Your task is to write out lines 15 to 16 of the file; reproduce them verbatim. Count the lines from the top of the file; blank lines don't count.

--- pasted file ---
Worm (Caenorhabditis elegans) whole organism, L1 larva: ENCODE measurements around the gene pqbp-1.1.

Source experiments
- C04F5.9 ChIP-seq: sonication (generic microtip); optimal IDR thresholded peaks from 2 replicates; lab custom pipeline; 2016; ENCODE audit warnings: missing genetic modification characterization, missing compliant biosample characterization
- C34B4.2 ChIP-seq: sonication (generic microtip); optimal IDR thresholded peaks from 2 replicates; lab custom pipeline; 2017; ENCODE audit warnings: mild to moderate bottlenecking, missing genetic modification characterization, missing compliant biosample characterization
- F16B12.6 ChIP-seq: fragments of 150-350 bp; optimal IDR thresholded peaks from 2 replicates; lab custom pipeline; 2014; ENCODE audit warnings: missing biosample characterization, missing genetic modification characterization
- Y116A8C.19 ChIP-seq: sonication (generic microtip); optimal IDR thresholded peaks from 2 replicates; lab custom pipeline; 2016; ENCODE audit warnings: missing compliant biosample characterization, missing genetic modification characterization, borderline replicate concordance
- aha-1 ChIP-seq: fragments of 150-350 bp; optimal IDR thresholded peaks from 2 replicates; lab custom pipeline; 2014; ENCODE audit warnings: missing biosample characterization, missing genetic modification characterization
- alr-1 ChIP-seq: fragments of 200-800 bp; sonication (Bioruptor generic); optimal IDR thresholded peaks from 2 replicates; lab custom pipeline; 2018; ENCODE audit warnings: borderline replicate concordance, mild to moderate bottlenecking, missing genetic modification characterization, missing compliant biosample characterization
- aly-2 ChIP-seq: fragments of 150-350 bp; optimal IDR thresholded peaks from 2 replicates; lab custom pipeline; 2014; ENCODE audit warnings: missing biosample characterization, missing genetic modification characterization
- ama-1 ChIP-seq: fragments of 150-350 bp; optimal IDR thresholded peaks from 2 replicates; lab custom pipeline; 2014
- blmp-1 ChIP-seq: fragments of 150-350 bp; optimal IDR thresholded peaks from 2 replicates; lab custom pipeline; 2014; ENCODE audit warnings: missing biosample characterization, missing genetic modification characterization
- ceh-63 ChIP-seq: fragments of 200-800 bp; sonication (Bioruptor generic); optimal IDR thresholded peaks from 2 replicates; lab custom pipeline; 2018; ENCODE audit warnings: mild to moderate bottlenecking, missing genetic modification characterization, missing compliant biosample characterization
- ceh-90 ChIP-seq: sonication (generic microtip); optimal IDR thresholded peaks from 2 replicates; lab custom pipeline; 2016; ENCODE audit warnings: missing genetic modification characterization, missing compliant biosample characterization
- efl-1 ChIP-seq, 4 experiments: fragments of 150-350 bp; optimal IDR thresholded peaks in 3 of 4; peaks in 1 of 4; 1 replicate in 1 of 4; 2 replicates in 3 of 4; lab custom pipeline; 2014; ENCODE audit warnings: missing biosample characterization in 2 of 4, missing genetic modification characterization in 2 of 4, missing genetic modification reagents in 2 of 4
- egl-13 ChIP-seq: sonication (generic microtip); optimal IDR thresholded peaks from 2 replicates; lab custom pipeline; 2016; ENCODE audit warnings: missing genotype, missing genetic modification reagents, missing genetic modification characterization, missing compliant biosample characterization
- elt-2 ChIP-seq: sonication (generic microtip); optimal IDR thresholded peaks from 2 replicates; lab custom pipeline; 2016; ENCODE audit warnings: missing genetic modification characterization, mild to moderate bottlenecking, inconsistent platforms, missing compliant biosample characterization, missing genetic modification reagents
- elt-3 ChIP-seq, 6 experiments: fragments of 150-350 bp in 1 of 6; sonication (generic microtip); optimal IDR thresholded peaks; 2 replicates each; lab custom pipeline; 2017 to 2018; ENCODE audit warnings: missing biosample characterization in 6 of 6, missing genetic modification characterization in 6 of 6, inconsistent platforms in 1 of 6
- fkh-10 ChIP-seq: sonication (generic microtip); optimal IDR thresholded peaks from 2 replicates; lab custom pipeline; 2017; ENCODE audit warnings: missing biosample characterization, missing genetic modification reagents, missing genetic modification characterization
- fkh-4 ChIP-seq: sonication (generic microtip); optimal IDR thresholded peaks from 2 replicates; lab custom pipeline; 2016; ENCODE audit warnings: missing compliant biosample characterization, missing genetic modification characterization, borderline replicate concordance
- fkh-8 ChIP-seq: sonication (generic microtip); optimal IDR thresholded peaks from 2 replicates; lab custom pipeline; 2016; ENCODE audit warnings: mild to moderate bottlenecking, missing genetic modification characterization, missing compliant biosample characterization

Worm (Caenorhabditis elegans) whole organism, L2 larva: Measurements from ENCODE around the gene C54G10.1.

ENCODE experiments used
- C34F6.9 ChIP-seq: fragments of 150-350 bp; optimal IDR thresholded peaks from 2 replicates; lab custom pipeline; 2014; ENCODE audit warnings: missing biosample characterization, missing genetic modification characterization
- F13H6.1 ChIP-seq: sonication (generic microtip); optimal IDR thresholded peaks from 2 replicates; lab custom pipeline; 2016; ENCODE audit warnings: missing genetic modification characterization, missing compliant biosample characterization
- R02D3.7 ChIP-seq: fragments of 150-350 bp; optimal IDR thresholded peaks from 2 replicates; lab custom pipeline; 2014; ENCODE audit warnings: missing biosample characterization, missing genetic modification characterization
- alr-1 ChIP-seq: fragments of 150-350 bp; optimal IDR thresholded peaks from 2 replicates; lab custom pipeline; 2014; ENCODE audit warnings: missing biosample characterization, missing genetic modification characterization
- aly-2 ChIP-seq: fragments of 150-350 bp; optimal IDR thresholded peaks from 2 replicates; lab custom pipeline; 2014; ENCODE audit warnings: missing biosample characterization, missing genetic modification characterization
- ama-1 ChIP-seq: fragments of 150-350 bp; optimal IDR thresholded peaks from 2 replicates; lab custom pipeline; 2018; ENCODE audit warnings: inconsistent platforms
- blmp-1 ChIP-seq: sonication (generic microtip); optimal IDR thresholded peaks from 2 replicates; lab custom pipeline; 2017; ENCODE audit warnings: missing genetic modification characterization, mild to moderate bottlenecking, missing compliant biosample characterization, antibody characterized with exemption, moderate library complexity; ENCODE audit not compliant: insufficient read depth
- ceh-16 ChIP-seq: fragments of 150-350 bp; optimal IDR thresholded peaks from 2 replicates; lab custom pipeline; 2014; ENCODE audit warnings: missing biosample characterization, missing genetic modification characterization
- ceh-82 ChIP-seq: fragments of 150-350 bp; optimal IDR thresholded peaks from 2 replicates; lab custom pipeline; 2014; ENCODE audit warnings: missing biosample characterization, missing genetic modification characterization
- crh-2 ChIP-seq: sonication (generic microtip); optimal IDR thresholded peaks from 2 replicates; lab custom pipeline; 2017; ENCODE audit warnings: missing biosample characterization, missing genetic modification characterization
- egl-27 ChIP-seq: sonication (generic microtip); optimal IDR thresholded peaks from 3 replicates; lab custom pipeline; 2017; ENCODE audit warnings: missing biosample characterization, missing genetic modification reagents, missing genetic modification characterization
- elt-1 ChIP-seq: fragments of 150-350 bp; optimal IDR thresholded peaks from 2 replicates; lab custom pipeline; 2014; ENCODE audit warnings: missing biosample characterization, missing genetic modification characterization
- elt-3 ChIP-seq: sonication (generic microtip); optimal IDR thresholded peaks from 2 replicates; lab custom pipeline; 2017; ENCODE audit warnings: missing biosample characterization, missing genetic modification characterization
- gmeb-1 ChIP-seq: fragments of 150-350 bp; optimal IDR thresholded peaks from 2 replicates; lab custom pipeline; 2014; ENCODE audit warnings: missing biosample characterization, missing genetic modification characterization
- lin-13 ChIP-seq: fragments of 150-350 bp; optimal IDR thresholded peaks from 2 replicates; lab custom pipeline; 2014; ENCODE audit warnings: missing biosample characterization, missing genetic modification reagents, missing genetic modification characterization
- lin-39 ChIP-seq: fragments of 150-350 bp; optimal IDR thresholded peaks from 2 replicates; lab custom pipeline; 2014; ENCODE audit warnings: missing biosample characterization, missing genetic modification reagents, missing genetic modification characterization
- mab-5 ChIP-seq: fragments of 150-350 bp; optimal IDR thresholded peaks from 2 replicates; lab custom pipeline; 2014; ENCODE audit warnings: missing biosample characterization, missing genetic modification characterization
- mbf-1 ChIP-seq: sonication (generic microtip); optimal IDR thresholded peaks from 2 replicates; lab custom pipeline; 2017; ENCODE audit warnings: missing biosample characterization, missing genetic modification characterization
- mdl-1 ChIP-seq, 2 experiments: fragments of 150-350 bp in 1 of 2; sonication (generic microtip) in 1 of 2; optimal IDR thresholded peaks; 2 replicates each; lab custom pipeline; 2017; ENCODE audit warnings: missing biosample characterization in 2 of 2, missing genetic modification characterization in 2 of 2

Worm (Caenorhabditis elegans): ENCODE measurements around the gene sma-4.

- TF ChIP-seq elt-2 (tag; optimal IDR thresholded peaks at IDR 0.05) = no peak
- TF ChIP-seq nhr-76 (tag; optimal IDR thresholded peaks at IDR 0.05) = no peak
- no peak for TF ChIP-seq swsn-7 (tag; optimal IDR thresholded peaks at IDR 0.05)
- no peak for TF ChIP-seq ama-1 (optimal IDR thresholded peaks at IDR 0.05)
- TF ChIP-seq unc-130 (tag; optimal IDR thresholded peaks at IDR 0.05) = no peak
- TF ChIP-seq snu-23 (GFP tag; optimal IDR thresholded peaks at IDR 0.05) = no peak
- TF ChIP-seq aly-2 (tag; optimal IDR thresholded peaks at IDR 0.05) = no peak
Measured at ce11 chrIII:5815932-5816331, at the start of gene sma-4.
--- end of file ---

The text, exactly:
- egl-13 ChIP-seq: sonication (generic microtip); optimal IDR thresholded peaks from 2 replicates; lab custom pipeline; 2016; ENCODE audit warnings: missing genotype, missing genetic modification reagents, missing genetic modification characterization, missing compliant biosample characterization
- elt-2 ChIP-seq: sonication (generic microtip); optimal IDR thresholded peaks from 2 replicates; lab custom pipeline; 2016; ENCODE audit warnings: missing genetic modification characterization, mild to moderate bottlenecking, inconsistent platforms, missing compliant biosample characterization, missing genetic modification reagents